Junta Re:Slashdot proves it! (249 comments)

I don't make money for insightful comments

Looks like someone didn't get the memo...

Don't worry, I can fix it. Just send me your bank account number and your social security number for verification...

about a week ago
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Cisco To Slash Up To 6,000 Jobs -- 8% of Its Workforce -- In "Reorganization"

Junta Re:Courage... (206 comments)

The funny thing in your story is that the word that makes it narrow down the most is the pronoun 'she'. I would guess you either work for HP or IBM. Massive stock buybacks and continual layoffs is the modus operandi of most of the companies, but female ceos are a little bit more rare. Of course they do and say the exact same things so they could all probably replace their CEOs with chatbots that just always says 'buyback some more stock and layoff more people' and no one would notice.

about a week ago
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Cisco To Slash Up To 6,000 Jobs -- 8% of Its Workforce -- In "Reorganization"

Junta Courage... (206 comments)

If we don't have the courage to change

It can be debated as to whether this is a necessary thing or a prudent thing or whatever, but regardless of those debates, this s a pretty stupid thing to say. I don't think a CEO should ever characterize their decision to terminate other people's jobs as 'courageous'. There really isn't anything remotely courageous about any of the strategy he laid out. It's not even particularly bold or daring, it's basically the exact thing every executive of every tech company has been saying about their respective companies now.

Not having much of a horse in the race (not working for cisco or even a cisco client), I can't comment on whether it's the right choice or whatever, but it really rubbed me the wrong way to see him refer to layoffs as an act of courage.

about a week ago
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Ask Slashdot: Corporate Open Source Policy?

Junta Re:Rust (57 comments)

One issue is that generally such projects are actually pretty niche and get developed with only that niche in mind. There simply isn't a pool of eager developers to tackle only your specific issue.

If you can think about modularity and develop some key components that are more generally useful as distinct projects, you may have better luck.

But overall, open source building a large development community for any given single project is generally the exception rather than the rule, even if you do your best. Even very ubiquitous projects that play a role in nearly every linux system often has maybe one or two developers that are really familiar with it.

about a week ago
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Ask Slashdot: Corporate Open Source Policy?

Junta Re:Better ways to do it. (57 comments)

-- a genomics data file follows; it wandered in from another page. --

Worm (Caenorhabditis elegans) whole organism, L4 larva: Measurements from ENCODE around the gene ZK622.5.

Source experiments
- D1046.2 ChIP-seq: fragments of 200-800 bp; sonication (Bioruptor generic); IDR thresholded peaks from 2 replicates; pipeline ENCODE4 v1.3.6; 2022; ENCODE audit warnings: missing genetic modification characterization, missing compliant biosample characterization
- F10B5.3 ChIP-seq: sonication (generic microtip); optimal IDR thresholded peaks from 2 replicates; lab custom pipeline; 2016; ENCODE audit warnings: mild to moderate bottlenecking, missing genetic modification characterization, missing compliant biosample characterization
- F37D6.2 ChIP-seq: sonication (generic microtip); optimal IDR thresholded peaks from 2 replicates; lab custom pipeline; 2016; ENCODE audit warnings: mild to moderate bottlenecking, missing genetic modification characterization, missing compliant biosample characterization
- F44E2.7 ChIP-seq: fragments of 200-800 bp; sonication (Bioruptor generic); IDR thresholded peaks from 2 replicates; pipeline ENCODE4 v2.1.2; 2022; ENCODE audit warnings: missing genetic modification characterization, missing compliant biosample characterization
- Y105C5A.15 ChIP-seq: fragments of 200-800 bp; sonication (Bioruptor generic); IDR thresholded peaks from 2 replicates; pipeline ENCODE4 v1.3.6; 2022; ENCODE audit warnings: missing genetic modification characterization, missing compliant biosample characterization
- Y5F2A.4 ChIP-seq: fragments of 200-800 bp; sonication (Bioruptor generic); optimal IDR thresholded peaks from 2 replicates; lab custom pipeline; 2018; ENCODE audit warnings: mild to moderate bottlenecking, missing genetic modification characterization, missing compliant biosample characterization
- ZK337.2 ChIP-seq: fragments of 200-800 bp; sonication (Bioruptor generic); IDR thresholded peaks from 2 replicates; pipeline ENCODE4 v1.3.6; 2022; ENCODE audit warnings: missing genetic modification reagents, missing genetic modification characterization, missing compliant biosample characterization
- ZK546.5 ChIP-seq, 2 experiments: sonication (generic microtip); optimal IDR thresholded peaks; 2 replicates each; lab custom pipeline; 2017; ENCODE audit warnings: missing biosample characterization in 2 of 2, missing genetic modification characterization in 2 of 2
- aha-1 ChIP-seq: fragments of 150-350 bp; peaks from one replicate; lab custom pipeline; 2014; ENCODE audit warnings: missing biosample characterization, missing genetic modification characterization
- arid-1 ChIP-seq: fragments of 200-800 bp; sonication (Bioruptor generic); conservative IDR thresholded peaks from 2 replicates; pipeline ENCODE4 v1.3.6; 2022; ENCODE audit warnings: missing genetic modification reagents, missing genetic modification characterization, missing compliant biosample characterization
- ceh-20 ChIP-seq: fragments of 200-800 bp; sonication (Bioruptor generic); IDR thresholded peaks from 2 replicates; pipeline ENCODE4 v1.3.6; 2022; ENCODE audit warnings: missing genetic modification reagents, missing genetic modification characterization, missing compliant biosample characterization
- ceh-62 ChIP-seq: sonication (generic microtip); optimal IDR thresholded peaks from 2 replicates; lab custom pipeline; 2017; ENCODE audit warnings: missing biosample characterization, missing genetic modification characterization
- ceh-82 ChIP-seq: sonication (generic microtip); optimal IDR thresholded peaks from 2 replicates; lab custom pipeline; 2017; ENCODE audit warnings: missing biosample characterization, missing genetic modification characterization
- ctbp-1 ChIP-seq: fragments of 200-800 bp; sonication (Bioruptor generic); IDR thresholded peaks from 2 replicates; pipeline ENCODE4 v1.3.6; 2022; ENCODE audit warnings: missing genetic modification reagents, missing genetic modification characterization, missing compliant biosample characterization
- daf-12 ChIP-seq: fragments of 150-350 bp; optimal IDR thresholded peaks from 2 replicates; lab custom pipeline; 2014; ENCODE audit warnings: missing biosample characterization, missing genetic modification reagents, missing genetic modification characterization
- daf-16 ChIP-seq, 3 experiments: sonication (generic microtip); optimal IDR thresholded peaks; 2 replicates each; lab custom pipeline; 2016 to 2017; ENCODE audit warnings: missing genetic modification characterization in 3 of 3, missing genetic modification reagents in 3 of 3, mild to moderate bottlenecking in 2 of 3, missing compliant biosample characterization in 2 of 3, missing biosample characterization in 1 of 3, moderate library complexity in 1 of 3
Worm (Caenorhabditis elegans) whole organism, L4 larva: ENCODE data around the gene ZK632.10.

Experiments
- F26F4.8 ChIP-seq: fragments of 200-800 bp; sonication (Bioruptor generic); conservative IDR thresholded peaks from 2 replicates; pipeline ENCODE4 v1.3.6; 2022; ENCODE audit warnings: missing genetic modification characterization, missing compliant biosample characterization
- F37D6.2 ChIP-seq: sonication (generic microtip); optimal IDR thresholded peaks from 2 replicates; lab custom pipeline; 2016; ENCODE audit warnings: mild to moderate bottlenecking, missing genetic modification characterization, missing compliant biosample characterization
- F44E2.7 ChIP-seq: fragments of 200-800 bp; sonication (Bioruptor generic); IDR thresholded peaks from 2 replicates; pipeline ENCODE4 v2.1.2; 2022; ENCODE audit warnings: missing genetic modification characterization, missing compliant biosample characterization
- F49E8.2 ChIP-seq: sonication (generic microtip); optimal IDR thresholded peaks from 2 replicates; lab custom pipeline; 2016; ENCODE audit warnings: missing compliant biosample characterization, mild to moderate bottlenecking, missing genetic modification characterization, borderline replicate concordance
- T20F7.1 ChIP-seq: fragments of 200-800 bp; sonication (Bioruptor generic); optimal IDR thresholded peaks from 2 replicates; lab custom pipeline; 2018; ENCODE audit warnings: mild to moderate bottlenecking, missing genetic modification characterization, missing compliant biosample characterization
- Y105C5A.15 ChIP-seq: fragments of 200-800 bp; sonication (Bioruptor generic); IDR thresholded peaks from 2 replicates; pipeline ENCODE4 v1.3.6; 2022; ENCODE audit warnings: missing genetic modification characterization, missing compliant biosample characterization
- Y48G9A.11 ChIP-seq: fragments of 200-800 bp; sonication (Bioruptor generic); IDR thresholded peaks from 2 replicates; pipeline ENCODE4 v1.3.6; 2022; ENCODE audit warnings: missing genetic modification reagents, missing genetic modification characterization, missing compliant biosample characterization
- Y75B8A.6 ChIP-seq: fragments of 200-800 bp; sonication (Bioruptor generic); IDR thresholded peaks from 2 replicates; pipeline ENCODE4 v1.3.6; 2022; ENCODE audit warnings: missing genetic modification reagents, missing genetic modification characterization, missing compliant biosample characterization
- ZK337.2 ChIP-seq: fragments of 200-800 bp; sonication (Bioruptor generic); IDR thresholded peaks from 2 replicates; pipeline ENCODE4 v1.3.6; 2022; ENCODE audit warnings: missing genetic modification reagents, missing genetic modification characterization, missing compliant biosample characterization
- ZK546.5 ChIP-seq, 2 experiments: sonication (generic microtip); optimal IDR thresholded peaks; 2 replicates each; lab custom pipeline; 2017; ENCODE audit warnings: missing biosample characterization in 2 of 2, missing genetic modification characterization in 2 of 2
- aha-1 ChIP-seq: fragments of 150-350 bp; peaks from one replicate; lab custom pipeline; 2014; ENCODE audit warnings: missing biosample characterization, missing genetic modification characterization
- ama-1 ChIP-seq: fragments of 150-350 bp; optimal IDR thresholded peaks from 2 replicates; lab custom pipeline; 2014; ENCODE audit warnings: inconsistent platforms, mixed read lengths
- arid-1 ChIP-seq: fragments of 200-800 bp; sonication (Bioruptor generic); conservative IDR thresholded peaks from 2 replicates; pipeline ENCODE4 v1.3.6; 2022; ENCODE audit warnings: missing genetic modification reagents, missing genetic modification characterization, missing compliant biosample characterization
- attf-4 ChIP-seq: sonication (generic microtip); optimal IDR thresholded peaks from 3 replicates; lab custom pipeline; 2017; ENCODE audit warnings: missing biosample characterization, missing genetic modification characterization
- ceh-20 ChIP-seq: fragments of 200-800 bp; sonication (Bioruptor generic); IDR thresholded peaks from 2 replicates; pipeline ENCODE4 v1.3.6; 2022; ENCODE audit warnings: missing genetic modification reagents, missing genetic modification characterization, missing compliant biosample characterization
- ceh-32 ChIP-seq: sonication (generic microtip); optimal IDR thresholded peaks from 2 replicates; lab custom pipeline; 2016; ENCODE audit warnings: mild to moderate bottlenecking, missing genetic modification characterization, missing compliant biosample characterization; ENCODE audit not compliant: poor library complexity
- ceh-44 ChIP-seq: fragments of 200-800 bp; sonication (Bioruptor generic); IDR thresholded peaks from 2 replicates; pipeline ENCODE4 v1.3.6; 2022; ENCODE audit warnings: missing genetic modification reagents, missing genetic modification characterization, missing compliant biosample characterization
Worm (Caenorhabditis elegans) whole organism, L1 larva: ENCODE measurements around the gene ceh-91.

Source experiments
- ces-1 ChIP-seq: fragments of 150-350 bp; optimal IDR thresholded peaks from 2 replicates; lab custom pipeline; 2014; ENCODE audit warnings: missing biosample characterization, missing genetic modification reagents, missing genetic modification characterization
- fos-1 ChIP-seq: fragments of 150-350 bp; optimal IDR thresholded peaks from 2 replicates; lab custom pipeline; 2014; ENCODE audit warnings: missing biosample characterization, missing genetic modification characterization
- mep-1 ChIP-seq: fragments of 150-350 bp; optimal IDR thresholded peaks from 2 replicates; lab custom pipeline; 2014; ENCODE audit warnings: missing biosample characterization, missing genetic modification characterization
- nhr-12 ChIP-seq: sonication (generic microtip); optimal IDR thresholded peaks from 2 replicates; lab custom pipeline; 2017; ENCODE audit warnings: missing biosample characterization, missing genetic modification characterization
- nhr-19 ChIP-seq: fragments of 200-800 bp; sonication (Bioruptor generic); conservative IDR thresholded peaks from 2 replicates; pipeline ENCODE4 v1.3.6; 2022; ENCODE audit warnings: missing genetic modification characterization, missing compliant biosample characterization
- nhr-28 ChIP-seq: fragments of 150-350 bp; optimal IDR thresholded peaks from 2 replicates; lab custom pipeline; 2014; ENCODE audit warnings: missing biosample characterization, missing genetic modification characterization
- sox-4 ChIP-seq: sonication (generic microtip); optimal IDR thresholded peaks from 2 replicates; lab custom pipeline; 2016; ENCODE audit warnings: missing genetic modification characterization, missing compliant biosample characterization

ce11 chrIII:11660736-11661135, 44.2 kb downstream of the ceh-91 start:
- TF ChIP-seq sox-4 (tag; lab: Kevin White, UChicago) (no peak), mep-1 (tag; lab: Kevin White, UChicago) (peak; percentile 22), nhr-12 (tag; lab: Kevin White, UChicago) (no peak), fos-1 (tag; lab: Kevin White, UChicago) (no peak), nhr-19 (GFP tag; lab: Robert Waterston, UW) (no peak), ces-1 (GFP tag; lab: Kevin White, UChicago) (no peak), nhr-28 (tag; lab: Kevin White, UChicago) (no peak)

If you do use the GPL *and* have copyright assignment, there actually could be a case made that you dual license it: GPL for those that play open source and proprietary commercial for others. This is the 'get free coders to do work for you' business model that seems pretty disingenuous, but at least there is a logic to a corporate sponsored project going for GPL.

What surprises me is that most scenarios where corporations pick the license, they pick a BSD style license. I can understand them wanting that property in *other* people's code, but surprise they wouldn't want more assurance that their work wouldn't come back to compete with them in a commercial way when they have a choice.

about a week ago
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Ask Slashdot: Corporate Open Source Policy?

Junta Re:CLA (57 comments)

CLA with copyright assignment opens the door to have your contributions abused by the copyright holders.

CLA without copyright assignment is usually just the 'project' covering their ass in case of problematic contributions that infringe copyright or patents.

about a week ago
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Ask Slashdot: Corporate Open Source Policy?

Junta Re:CLA (57 comments)

The general intent of many CLAs is some stuff to make the contributor attest that he isn't doing something like injecting patented capability or violating someone's copyright. The key distinction between an open source licensed product being redistributed by someone who adds problematic capability versus having that capability injected directly is that the curator of that project is the one that gets sued in the latter case. So if stuff is bolted on but not coming back, the weaker assurance of GPL or BSD style license is acceptable because the risk is not the project owners. The statement is certainly not sufficient to be confident that something isn't wrong, but it's a stronger basis to pass on some culpability to the contributor in the event of issues.